The Oxford Handbook of New Religious Movements

The Oxford Handbook of New Religious Movements

The Oxford Handbook of New Religious Movements

The Oxford Handbook of New Religious Movements

Synopsis

The study of New Religious Movements (NRMs) is one of the fastest-growing areas of religious studies. This Handbook covers the current state of the field and breaks new ground. Its contributors are drawn equally from sociology and religious studies and include both established scholars and "rising stars" in the field. The core chapters deal with such central issues as conversion, the brainwashing debate, millennialism, and modernization. Another section deals with NRM subfields such as neopaganism, satanism, and UFO religions. The final section considers NRMs in global perspective.

Excerpt

Periodically, the growing field of new religions studies pauses to survey the object of its concern. Unlike the major academic disciplines, it is a field more defined by its subject matter than by methodology. It is, in fact, self-consciously interdisciplinary and welcomes insights from a variety of methodological approaches, in spite of the obvious problems in communication such openness generates. This interdisciplinary approach has, however, also inhibited discussions of some of the basic theoretical questions posed by any attempt to define the subject(s) of interest in new religions studies. The variant emphases in the several disciplines lead to primary concerns being directed toward very different reference groups, as any survey of paper topics at recent gatherings of the American Academy of Religion (AAR) and the Society for the Scientific Study of Religion (SSSR) reveals. Additionally, at the AAR, questions have continually arisen concerning conflicting claims to hegemony over particular topics which seem to overlap with other fields such as Chinese religions (Yiguandao, Falun Gong), Japanese religions (Aum Shinrikyō), and Islamic studies (al-Qaeda).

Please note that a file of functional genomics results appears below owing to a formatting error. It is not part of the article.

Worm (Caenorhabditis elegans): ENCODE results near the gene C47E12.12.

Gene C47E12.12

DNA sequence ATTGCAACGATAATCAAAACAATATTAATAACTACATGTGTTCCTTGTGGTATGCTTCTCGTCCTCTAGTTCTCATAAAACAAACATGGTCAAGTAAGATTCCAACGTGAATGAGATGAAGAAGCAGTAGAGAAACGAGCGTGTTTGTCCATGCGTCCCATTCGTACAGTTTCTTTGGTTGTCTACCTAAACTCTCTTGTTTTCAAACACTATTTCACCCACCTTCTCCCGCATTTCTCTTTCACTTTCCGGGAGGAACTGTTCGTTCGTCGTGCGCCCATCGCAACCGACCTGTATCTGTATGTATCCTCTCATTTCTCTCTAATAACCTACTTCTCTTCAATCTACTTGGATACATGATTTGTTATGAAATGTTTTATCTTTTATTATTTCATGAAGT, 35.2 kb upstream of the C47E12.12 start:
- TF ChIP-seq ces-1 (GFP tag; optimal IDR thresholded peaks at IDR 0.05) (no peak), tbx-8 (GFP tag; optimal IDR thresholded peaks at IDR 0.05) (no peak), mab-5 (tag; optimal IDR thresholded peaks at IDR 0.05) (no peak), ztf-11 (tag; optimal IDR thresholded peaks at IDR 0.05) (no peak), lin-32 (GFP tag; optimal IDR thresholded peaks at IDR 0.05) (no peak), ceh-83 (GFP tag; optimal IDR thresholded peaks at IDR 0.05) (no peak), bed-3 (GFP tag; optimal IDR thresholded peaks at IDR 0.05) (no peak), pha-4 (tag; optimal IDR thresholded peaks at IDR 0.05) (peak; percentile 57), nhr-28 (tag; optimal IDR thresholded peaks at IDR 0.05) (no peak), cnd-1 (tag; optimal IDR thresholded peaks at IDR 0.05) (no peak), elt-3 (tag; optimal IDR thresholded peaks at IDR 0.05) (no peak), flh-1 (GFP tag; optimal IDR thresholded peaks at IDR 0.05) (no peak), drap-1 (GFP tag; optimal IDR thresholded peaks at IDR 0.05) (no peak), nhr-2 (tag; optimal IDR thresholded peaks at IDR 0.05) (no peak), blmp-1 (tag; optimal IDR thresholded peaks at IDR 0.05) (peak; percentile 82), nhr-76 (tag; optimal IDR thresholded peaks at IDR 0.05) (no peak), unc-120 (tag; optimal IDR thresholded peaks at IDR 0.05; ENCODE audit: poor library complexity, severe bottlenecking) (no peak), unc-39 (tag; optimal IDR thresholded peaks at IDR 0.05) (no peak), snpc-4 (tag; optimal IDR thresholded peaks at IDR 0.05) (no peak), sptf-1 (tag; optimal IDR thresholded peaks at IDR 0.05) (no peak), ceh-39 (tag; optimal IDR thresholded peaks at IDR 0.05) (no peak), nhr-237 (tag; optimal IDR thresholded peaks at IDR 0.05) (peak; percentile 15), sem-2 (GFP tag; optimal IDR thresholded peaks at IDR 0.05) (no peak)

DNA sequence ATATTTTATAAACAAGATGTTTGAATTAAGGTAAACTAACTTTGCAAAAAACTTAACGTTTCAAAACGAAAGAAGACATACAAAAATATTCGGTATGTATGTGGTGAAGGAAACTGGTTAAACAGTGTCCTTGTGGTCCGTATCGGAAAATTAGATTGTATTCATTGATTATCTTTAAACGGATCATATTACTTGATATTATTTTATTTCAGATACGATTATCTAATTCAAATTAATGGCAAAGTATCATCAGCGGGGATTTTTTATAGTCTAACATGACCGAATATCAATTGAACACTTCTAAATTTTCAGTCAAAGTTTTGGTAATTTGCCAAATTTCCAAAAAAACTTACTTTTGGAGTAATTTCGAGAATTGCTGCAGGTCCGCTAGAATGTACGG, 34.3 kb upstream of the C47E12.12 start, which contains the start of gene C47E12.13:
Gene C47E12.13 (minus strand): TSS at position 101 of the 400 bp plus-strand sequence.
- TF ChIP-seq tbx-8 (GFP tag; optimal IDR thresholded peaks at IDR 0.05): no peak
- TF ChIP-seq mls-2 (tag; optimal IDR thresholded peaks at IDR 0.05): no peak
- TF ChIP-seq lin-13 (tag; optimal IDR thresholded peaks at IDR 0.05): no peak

This essay attempts to address some issues concerning what is or is not a “new religion.” Some fuzziness at the boundaries of the field has grown out of its peculiar history, the field emerging as it did from the pre-1970 study of “cults.” A different approach to the problem was adopted by European scholars who until recently operated without the joint categories of “sect” and “cult” that were implicit in North America throughout the twentieth century. In addition, the cult/

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